Missoula (mĭzōˈlə) [key], city (1990 pop. 42,918), seat of Missoula co., W Mont., on the Clark Fork of the Columbia River; inc. 1889. In the midst of five watered valleys, large forests, and an extensive dairy and cattle area, Missoula is a commercial center with lumber and paper, printing and publishing, food, chemicals, construction materials, furniture, and fabricated metal products industries, but the Univ. of Montana is the largest employer. The (Peace) Treaty of Hell Gate in 1855 between the warring Salish and Blackfoot tribes opened the area to settlement. Hell Gate town was founded nearby in 1860 and moved to the Missoula site six years later. The coming (1883, 1908) of the railroads stimulated Missoula's growth. A regional headquarters of the U.S. Forest Service, including the Smokejumper Center, and an art museum are located in the city.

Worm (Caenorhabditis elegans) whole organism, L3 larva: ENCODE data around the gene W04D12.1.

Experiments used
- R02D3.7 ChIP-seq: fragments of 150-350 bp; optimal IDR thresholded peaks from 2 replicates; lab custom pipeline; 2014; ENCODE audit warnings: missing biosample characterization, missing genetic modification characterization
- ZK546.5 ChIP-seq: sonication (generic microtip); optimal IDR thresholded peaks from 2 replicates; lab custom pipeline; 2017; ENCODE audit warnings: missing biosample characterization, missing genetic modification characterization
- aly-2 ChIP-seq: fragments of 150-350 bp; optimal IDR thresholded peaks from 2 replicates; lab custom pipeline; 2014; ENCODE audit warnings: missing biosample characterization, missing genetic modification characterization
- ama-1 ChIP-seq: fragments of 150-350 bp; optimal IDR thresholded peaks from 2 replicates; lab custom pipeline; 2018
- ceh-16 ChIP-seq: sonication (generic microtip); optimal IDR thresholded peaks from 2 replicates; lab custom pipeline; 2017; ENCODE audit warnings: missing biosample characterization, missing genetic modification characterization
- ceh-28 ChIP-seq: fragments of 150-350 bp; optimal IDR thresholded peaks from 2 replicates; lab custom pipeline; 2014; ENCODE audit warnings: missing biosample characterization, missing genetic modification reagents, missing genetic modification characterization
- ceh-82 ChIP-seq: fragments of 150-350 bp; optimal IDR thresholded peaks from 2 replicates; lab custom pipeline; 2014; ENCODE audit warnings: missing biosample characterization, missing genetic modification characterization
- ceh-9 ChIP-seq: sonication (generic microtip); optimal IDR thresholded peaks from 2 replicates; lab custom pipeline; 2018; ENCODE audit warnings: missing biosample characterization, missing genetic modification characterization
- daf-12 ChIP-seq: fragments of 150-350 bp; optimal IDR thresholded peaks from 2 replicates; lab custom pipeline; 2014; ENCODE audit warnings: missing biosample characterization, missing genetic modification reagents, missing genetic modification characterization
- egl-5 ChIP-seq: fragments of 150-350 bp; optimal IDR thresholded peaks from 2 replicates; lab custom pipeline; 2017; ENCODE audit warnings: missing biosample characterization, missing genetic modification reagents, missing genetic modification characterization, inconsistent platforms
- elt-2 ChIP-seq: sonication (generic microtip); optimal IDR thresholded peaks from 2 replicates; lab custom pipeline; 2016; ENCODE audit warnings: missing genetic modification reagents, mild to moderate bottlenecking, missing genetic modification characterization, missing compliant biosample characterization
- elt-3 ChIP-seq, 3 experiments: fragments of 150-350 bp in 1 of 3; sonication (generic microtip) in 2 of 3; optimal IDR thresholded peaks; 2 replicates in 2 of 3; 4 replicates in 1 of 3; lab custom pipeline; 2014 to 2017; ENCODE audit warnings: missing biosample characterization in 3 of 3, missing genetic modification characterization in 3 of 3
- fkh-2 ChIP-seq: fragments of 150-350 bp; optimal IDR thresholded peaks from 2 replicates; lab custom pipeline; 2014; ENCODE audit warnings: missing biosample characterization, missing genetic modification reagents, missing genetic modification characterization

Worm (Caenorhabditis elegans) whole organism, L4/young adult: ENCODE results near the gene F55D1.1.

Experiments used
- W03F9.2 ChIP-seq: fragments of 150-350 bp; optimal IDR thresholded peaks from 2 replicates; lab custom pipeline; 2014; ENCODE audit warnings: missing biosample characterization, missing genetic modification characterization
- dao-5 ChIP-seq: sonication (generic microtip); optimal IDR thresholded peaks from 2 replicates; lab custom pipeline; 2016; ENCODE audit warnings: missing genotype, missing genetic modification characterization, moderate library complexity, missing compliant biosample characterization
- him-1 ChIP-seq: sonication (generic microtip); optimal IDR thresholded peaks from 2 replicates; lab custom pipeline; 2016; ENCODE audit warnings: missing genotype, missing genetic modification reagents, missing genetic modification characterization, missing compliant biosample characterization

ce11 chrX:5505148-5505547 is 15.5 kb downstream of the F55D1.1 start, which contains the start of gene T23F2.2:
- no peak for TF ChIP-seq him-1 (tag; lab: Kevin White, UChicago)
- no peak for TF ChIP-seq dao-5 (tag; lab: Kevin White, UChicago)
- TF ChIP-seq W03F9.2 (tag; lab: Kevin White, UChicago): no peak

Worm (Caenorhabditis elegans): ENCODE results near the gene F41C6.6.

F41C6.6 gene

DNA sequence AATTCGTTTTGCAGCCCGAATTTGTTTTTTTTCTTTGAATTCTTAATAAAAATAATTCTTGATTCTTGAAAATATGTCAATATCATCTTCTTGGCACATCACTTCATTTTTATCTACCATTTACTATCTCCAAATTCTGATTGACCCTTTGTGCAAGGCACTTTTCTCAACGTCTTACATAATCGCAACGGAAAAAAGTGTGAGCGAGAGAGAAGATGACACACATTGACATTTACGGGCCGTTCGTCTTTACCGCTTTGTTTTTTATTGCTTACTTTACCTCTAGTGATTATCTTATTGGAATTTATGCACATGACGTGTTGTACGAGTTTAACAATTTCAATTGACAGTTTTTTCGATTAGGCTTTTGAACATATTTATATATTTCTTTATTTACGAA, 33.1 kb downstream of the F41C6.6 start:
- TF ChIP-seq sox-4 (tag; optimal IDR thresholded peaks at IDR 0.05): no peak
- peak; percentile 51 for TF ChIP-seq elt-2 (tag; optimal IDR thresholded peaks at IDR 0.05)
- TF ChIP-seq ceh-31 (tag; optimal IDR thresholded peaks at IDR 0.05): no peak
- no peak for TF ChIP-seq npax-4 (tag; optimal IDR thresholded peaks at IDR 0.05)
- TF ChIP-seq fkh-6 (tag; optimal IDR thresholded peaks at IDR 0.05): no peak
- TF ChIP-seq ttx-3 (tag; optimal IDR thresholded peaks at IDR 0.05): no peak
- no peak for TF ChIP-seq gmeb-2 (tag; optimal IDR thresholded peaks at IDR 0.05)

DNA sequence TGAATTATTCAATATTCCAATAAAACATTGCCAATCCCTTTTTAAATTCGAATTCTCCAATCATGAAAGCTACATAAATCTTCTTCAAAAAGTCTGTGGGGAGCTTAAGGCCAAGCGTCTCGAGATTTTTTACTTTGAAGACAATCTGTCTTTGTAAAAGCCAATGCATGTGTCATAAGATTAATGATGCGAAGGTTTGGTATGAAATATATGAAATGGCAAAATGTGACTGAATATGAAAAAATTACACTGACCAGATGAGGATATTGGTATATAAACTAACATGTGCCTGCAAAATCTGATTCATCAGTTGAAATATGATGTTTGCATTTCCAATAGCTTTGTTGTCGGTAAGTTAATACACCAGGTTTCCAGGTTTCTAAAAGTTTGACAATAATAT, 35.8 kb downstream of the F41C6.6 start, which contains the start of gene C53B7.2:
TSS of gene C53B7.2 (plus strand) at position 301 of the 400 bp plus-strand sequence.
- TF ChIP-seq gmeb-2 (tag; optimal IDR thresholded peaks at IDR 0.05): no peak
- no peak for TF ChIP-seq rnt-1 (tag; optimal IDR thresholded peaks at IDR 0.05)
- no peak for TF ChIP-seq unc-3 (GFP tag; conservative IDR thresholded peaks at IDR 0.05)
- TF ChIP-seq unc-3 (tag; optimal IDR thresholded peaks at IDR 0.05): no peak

The Columbia Electronic Encyclopedia, 6th ed. Copyright © 2012, Columbia University Press. All rights reserved.
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